Israel’s Prime Minister Benjamin Netanyahu announced Monday he would postpone a controversial reform that would give parliament more control over the country’s judiciary, after weeks of mass protests against the legislation.
“When there’s an option to avoid civil war through dialogue, I take a time off for dialogue,” he said in a press statement delivered shortly after 8 p.m. local time amid ongoing protests involving supporters from both sides. He added that “out of national responsibility,” he is delaying the final readings of the divisive judicial appointments bill until the next session of the Knesset, the Israeli parliament, which starts in early May.
Netanyahu sparked weeks of chaos with proposals to rein in Israel’s top court, while he is currently on trial for corruption himself and could benefit from the overhaul.
The proposed reform consists of a series of bills that would grant the Knesset more oversight over the country’s judiciary — including how judges are selected, what laws the Supreme Court can rule on, as well as overturning Supreme Court decisions.
Monday’s announcement follows calls for action from President Isaac Herzog, who had demanded earlier in the day that the government “halt the legislative process immediately” in a statement on Twitter.
The legal overhaul was an important part of Netanyahu’s program upon returning to power last December to head a coalition government that has been described as the most right-wing in Israel’s history.
Israel’s Attorney General Gali Baharav-Miara has said that Netanyahu, who is standing trial on charges of bribery, fraud and breach of trust, should not be involved in a judicial overhaul before the end of his court cases, in case of a potential conflict of interest.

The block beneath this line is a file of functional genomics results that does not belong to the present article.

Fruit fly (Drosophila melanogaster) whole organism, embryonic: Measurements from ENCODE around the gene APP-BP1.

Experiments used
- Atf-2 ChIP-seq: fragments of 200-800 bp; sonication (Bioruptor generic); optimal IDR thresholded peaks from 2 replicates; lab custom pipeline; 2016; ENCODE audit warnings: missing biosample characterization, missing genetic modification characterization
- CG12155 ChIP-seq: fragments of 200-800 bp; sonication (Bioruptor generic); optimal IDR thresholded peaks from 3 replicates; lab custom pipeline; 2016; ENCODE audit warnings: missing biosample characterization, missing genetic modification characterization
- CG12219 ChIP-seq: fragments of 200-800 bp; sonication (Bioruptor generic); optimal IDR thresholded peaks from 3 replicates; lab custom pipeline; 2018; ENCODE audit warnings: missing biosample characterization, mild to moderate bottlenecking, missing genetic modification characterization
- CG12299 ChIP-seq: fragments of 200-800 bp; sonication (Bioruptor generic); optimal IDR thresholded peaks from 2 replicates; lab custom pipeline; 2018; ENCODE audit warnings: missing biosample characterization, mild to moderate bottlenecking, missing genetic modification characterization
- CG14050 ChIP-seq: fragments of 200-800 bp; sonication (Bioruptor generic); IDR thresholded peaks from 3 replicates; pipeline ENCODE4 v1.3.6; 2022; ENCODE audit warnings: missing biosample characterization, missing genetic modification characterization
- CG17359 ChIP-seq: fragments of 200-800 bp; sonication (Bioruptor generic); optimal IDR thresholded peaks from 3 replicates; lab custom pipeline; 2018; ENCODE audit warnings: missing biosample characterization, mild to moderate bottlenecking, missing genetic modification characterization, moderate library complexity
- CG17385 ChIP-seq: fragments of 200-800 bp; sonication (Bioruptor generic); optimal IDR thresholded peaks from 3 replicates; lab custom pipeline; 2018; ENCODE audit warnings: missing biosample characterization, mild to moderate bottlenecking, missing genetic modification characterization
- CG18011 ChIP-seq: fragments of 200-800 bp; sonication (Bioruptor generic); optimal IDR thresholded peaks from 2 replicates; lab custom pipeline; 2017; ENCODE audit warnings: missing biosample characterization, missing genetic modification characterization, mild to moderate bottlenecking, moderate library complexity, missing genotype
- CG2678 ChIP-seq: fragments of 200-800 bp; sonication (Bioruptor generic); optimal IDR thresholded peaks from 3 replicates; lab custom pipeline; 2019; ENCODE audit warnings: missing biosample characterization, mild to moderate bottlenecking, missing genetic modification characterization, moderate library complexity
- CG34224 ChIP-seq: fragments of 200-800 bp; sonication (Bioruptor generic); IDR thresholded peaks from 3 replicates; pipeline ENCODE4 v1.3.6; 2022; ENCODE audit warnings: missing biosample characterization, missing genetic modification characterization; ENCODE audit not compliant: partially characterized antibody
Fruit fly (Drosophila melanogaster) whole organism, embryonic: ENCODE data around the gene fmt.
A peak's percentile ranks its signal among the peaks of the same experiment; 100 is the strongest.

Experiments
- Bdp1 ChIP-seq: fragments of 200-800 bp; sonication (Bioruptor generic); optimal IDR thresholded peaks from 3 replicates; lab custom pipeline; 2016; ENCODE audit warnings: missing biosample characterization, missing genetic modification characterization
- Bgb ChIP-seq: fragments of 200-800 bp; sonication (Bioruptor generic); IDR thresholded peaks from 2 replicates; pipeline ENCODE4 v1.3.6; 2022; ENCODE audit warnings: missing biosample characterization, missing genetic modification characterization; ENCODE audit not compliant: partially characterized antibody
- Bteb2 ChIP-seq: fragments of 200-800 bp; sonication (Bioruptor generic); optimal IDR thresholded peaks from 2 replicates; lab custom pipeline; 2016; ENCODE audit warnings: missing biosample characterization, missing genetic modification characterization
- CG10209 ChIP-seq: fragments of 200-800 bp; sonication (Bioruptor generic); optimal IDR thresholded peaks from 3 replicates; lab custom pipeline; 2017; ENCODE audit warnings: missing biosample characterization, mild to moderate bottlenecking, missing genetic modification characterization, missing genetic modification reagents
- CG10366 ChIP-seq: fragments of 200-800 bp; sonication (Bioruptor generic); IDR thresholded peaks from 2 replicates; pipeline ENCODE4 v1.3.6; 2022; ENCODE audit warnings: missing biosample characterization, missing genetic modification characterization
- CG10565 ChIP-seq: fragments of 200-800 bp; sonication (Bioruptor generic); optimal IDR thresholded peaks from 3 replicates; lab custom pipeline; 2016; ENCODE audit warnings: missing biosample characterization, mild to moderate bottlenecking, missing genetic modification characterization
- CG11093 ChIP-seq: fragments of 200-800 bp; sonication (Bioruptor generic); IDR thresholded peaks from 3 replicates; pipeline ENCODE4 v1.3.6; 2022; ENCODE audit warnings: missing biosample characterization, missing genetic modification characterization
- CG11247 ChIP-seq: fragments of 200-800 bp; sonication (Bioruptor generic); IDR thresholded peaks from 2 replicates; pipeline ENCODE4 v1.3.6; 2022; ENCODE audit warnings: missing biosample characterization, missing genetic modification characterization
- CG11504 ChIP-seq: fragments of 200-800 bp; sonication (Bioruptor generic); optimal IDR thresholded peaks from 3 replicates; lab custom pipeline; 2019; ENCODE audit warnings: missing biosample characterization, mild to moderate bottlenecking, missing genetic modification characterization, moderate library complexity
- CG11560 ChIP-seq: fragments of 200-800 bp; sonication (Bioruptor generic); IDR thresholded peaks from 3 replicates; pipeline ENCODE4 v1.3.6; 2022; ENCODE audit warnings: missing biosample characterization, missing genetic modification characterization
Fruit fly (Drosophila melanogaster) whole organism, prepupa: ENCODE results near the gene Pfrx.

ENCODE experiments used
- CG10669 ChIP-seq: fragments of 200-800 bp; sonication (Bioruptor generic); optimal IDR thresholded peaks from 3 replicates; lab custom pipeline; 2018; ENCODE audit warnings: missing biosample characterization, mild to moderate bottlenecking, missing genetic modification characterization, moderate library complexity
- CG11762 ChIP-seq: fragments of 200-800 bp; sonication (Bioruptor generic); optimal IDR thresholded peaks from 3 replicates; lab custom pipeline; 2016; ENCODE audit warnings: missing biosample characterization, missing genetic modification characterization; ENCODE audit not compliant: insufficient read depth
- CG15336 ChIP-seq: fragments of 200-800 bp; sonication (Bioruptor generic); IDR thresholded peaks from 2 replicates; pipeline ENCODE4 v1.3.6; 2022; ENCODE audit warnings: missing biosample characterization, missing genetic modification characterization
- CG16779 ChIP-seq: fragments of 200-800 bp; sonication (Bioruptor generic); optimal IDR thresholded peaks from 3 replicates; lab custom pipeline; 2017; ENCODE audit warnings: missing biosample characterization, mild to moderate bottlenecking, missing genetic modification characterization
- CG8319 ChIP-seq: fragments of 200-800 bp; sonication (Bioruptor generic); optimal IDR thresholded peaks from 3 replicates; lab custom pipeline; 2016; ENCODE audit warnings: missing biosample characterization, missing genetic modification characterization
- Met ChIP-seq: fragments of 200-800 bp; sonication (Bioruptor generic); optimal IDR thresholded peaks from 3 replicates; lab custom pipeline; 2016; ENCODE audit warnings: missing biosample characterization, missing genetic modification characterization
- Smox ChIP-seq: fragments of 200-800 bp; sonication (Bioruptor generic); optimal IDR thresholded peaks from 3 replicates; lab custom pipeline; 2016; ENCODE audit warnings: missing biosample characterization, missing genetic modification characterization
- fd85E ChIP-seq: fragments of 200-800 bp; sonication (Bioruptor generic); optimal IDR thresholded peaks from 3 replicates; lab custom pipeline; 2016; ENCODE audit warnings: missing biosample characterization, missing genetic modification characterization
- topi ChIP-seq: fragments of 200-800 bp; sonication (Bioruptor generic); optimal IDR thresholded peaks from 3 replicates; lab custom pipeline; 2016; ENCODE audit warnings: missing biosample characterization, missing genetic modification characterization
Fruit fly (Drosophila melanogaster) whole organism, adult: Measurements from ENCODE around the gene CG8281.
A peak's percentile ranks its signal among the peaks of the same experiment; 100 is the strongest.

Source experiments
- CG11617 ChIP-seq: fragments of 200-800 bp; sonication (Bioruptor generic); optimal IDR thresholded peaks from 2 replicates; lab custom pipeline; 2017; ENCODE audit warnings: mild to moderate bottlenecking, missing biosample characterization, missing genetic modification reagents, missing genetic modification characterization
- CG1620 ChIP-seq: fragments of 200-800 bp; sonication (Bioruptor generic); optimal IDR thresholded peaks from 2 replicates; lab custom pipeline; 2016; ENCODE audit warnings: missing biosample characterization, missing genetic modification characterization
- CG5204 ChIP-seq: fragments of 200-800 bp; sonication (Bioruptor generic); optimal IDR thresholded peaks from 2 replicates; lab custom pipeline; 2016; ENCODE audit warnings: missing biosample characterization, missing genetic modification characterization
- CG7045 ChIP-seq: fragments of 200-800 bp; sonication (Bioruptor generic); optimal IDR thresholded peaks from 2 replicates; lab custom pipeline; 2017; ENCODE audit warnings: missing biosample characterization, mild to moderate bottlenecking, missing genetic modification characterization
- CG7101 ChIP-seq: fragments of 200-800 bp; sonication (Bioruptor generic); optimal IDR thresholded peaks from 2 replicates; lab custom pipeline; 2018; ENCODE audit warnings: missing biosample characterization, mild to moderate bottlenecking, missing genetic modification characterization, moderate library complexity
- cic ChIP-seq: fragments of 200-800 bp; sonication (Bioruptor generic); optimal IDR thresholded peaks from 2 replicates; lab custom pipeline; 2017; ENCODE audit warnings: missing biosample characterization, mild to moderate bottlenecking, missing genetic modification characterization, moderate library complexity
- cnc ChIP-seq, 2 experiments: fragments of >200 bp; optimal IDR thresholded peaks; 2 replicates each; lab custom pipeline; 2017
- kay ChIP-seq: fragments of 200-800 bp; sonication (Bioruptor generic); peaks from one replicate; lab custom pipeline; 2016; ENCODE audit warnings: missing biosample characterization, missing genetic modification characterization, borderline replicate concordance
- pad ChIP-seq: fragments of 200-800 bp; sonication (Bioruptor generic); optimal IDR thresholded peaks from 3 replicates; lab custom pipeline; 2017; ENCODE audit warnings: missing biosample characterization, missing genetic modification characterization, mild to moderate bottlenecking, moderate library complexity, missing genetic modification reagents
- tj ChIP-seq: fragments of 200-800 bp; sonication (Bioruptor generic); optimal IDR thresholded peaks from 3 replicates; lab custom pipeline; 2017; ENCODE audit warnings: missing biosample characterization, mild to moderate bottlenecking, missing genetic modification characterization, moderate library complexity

Netanyahu has denied wrongdoing, calling the corruption charges “a witch hunt.”
The judicial reform has triggered enormous protests nationwide in the past three months. On Sunday evening, tens of thousands of demonstrators gathered in cities across the country to oppose Netanyahu’s dismissal of his defense minister, Yoav Gallant, for challenging the reform, announced by the prime minister’s office in a brief statement.
In reaction, Gallant wrote on Twitter: “The security of the state of Israel always was and will always remain my life mission.”
The growing popular dissent against the judicial overhaul grew Monday as the leader of Israel’s top trade union called for a general strike, according to French newswire AFP. According to The Times of Israel, all flights were grounded at the country’s main international airport, while public hospitals only provided emergency care.
Thousands of demonstrators gathered once again in front of parliament on Monday to protest the reforms, while far-right leaders, like National Security Minister Itamar Ben-Gvir and Finance Minister Bezalel Smotrich, had called their supporters to a join counter-rally in support of the reform, which was reportedly also attended by several thousand government supporters later in the day.